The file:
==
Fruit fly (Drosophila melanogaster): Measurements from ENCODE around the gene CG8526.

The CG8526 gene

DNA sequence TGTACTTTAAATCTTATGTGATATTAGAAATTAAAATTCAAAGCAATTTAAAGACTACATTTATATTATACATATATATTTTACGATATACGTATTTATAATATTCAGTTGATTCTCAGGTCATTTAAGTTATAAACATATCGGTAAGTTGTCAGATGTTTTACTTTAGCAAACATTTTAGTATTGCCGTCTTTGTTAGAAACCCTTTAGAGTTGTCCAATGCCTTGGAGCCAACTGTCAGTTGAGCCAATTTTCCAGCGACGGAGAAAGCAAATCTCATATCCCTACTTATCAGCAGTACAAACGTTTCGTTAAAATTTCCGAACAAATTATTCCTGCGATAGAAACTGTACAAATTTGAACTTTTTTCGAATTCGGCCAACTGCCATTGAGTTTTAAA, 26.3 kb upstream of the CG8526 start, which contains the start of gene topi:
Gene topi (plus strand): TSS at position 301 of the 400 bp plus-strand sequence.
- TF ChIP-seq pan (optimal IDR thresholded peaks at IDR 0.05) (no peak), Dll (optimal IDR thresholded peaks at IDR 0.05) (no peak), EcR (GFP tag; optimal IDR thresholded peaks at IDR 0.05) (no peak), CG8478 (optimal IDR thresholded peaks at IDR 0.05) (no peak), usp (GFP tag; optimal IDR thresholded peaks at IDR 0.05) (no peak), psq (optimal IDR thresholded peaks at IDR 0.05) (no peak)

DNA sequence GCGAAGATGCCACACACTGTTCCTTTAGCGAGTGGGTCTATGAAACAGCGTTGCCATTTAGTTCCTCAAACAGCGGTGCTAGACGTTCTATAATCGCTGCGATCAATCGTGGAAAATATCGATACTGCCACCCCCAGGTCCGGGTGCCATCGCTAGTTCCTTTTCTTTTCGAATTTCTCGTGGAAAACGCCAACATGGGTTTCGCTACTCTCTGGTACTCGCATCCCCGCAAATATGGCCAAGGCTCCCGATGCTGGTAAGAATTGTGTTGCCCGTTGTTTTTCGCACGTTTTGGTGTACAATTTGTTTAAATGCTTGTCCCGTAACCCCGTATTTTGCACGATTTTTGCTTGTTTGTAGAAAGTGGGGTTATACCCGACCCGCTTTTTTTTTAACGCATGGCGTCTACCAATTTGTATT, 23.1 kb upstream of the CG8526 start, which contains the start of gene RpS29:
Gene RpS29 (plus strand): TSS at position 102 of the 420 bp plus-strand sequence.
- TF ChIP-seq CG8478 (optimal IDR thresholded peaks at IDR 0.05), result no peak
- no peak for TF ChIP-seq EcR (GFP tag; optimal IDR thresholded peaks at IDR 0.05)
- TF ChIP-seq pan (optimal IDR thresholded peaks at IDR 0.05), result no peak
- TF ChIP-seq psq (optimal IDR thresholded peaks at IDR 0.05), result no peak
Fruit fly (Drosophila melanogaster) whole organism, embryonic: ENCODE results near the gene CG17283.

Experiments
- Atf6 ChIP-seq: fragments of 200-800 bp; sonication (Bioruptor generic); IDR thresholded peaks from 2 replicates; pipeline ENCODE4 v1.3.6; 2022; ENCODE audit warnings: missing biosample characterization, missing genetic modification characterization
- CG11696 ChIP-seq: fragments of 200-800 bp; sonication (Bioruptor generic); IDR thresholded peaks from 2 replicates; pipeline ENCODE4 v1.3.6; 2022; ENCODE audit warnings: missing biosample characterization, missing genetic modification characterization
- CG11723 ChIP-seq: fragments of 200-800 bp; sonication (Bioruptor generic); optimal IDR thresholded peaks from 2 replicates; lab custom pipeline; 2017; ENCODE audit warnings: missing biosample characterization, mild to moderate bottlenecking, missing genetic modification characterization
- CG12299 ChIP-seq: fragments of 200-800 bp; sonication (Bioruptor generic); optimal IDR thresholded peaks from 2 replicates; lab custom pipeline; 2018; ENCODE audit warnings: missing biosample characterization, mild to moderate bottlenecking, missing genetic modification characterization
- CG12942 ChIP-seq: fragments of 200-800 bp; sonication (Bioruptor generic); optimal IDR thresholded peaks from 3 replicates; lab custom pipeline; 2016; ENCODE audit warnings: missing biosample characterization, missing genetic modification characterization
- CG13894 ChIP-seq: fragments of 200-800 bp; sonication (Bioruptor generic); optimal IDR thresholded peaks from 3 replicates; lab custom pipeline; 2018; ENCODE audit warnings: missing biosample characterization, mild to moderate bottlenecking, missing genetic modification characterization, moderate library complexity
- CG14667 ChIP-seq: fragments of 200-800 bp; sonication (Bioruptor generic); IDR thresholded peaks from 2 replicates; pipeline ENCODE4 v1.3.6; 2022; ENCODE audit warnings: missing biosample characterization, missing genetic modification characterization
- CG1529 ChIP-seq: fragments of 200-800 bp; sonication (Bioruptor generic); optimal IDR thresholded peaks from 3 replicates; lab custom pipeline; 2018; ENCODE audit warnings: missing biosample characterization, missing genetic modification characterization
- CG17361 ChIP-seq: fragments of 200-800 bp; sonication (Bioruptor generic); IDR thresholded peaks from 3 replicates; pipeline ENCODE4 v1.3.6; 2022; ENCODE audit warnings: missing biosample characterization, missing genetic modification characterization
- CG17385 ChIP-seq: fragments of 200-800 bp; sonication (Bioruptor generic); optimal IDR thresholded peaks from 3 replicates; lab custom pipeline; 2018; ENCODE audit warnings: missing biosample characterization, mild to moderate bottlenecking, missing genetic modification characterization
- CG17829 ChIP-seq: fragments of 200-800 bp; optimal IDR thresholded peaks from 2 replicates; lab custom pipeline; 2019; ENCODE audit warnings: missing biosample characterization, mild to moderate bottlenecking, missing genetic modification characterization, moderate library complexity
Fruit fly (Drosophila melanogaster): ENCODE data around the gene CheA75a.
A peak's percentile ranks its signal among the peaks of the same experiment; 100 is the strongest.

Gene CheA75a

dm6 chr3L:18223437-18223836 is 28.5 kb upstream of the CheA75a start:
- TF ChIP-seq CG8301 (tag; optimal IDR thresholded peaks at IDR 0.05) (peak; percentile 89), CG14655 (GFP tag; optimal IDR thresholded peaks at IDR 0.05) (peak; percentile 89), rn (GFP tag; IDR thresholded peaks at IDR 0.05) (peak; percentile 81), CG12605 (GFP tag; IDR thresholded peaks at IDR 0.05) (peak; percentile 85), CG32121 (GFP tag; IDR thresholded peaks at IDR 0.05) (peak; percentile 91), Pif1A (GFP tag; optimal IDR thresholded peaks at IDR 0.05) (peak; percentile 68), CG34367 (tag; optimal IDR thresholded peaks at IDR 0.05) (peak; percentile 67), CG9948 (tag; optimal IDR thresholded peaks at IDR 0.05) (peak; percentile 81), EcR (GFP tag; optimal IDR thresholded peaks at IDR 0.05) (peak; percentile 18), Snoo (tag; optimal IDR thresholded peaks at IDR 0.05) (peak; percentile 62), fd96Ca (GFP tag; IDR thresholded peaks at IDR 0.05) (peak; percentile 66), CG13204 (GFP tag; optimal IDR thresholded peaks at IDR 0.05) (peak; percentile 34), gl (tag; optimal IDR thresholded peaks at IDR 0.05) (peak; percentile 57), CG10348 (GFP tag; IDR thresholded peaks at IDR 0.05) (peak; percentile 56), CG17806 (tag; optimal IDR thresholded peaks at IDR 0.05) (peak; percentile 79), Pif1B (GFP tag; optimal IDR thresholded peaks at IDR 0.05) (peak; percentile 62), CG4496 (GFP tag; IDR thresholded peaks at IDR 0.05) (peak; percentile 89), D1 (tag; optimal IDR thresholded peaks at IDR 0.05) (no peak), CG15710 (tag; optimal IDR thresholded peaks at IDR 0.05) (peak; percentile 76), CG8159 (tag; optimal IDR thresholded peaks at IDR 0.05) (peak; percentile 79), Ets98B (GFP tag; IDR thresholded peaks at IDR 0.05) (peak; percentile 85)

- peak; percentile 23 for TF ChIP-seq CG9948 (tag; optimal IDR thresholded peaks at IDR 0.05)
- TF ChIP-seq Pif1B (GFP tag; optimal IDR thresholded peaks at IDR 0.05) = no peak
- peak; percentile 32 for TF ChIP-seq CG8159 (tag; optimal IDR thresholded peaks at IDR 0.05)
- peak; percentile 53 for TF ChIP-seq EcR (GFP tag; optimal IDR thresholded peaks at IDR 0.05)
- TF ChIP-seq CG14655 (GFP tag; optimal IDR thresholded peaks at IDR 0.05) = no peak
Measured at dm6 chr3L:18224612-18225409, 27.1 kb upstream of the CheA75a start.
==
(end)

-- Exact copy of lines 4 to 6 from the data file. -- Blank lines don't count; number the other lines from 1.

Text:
Gene topi (plus strand): TSS at position 301 of the 400 bp plus-strand sequence.
- TF ChIP-seq pan (optimal IDR thresholded peaks at IDR 0.05) (no peak), Dll (optimal IDR thresholded peaks at IDR 0.05) (no peak), EcR (GFP tag; optimal IDR thresholded peaks at IDR 0.05) (no peak), CG8478 (optimal IDR thresholded peaks at IDR 0.05) (no peak), usp (GFP tag; optimal IDR thresholded peaks at IDR 0.05) (no peak), psq (optimal IDR thresholded peaks at IDR 0.05) (no peak)

DNA sequence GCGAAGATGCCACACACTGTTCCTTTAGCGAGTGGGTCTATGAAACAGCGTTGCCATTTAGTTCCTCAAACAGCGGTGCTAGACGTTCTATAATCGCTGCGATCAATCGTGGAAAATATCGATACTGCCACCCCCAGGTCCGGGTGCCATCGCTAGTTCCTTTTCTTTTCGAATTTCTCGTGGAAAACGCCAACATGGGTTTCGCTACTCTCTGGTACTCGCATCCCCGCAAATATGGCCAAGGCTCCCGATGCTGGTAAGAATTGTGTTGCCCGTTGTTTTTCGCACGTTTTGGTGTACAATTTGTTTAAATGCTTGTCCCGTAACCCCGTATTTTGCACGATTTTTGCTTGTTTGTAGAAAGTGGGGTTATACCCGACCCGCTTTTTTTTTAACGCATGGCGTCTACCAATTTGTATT, 23.1 kb upstream of the CG8526 start, which contains the start of gene RpS29: